Tuesday, September 12, 2017

More Not So Deep Thoughts on Irma Plus Utah Weather

I'm still feeling frisky this morning about several issues, so the not so deep thoughts continue.

Anderson Cooper is clueless
With Irma still threatening the southeast, I continue to scan the news coverage and find appalling statements.  Anderson Cooper has been especially effective at getting under the nerves of this meteorologist.

Last night, while interviewing the Mayor of Jacksonville, which was hit with severe flooding yesterday, he made the dumbfounding statement that "clearly people were caught off guard."  No Anderson, people in mandatory evacuation zones were not caught off guard. 

Social media and other communications challenges
It's been clear in the snippets that I've caught of Anderson that he really likes the caught off guard/surprise narrative.  This is very common amongst reporters because people love that angle.  It makes the story more interesting.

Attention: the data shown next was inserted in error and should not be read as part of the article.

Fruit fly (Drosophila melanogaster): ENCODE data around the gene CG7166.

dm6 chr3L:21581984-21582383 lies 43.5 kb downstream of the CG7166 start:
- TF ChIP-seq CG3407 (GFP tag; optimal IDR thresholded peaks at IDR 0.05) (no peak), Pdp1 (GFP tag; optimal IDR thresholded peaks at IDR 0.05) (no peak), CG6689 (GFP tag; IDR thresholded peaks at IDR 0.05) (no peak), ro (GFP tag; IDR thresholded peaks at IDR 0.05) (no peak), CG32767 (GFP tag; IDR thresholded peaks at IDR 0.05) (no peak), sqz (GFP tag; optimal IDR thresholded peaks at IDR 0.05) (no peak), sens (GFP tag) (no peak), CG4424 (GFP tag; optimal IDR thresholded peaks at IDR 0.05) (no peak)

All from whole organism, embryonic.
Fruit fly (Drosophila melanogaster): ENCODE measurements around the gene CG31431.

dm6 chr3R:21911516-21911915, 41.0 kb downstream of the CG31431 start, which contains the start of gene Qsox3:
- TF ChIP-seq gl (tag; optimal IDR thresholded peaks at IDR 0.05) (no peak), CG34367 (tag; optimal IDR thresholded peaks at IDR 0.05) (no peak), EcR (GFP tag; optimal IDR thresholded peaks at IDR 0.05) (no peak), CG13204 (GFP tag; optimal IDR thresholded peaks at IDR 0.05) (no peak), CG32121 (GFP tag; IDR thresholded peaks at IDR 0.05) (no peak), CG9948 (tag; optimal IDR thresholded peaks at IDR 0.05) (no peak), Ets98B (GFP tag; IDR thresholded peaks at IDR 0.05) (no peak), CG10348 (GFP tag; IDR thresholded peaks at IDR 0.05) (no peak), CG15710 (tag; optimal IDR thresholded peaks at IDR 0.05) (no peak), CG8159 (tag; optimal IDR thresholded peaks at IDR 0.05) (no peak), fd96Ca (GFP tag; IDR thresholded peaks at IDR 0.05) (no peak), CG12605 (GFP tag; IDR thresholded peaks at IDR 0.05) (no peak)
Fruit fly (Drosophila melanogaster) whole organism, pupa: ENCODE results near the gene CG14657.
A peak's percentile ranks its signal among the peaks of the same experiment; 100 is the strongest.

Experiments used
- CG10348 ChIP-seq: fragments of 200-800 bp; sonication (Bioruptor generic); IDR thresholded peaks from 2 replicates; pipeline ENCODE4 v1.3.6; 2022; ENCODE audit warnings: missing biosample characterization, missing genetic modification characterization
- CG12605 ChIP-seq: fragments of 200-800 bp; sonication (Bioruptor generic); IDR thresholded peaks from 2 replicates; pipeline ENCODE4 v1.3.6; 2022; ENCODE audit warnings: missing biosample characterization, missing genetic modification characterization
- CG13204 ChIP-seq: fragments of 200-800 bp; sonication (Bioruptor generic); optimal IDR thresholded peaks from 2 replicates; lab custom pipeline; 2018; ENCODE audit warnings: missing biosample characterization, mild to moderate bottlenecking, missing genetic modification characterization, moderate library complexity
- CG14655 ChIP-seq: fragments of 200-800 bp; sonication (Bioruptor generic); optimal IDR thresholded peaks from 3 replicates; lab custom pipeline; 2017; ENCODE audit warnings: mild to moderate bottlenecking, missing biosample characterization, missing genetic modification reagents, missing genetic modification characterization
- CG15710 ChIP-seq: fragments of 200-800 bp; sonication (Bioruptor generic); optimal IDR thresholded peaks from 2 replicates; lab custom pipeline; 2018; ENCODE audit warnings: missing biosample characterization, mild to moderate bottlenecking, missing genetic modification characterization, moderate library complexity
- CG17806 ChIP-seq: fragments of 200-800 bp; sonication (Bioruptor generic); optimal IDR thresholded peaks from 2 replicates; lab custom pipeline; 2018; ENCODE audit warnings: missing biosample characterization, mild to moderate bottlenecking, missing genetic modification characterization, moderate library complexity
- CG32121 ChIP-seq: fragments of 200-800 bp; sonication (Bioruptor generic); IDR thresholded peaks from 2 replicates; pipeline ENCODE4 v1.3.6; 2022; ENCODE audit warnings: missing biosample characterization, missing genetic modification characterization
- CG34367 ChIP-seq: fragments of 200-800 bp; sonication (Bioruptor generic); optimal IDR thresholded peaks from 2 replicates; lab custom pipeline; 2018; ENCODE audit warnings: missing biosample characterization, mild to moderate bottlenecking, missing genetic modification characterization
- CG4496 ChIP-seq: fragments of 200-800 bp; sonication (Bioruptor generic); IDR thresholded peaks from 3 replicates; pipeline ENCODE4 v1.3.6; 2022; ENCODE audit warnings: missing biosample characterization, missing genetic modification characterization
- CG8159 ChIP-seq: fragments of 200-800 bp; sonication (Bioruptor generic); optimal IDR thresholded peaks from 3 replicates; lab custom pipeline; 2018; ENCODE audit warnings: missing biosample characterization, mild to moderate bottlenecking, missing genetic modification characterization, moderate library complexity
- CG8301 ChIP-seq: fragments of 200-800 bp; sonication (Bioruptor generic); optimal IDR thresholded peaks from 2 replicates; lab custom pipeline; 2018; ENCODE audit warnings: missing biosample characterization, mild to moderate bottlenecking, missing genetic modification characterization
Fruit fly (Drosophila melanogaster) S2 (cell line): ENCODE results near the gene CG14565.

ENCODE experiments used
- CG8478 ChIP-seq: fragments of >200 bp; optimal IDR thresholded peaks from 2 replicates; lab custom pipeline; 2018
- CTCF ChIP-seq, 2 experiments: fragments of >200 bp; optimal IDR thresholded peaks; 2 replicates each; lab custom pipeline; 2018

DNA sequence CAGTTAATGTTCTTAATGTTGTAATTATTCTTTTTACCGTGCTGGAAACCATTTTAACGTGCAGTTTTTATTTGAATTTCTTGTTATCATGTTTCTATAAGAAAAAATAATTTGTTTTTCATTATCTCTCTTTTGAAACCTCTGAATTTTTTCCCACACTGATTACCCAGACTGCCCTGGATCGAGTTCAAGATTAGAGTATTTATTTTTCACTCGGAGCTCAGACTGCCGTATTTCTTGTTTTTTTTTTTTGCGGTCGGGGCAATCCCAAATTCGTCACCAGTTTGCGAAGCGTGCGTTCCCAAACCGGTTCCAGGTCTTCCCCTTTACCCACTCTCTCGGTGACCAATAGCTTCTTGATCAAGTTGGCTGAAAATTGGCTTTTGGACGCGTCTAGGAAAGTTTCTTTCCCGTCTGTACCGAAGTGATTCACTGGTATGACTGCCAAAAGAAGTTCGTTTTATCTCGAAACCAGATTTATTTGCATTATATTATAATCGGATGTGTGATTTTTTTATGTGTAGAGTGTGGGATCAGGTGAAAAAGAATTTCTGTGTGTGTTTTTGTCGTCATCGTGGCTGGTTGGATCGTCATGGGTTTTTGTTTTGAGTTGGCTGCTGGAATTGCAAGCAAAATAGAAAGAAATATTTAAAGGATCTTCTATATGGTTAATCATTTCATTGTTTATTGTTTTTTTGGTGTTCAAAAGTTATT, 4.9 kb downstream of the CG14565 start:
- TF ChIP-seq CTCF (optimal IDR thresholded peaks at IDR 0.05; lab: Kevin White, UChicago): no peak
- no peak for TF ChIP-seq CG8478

Anderson has frequently brought up the "westward shift" of Irma and how it surprised people.  As a meteorologist, I find this to be grating as well, but in contrast to saying people in mandatory evacuation zones were caught off guard, this has some merit, depending on where you get your weather information from.

Official forecasts from the National Hurricane Center were very cautious not to endorse a specific storm track up either the east or west coast of Florida at long lead time.  They also issued hurricane and storm surge warnings on both coasts, as well as the south coast and Key West.

However, many people do not see those forecasts.  Instead, they see national news, local news, and social media.  In that echo chamber, there is a tendency to gravitate toward especially extreme model forecasts and clusters of model ensembles that do not fully account for uncertainty.

Also an issue are misinterpretations of the NHC "cone of uncertainty."  That graphic is not intuitive for the general public, and needs improvement, but even some broadcast meteorologists don't understand it.